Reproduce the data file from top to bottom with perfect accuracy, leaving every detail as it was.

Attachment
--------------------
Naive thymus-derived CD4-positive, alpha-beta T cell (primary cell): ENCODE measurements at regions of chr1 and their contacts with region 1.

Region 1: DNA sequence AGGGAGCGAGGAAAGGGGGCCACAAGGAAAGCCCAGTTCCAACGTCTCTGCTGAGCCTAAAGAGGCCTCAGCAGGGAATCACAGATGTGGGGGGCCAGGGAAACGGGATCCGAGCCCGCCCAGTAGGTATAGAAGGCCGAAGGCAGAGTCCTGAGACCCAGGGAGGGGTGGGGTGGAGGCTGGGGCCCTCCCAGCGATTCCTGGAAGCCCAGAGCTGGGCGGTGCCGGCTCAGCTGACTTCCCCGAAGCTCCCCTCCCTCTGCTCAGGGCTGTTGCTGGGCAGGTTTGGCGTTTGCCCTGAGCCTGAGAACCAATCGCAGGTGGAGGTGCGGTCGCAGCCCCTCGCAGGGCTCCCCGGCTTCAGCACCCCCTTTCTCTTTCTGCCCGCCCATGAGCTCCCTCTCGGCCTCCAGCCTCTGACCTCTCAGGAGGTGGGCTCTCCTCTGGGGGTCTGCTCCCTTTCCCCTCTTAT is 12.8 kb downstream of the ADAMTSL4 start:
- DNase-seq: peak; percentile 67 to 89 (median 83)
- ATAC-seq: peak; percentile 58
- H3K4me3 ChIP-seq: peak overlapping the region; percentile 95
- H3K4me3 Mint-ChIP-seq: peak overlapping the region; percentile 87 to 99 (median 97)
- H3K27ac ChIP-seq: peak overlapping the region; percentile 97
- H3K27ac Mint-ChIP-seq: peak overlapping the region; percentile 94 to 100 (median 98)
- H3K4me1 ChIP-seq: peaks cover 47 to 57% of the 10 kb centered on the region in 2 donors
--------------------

Naive thymus-derived CD4-positive, alpha-beta T cell (primary cell): ENCODE measurements at regions of chr1 and their contacts with region 1.

Region 1: DNA sequence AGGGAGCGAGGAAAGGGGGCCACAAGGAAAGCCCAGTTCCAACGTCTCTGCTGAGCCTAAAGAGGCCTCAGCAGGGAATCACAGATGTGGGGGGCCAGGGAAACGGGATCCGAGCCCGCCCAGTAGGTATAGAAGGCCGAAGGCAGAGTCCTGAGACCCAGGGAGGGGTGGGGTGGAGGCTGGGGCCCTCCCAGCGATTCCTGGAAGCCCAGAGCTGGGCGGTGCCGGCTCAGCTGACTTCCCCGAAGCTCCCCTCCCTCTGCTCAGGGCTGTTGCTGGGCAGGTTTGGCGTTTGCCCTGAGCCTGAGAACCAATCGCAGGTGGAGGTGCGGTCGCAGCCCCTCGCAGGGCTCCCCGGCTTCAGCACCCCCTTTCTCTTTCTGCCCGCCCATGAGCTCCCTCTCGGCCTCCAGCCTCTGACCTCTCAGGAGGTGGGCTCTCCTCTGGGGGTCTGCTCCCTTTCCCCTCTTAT is 12.8 kb downstream of the ADAMTSL4 start:
- DNase-seq: peak; percentile 67 to 89 (median 83)
- ATAC-seq: peak; percentile 58
- H3K4me3 ChIP-seq: peak overlapping the region; percentile 95
- H3K4me3 Mint-ChIP-seq: peak overlapping the region; percentile 87 to 99 (median 97)
- H3K27ac ChIP-seq: peak overlapping the region; percentile 97
- H3K27ac Mint-ChIP-seq: peak overlapping the region; percentile 94 to 100 (median 98)
- H3K4me1 ChIP-seq: peaks cover 47 to 57% of the 10 kb centered on the region in 2 donors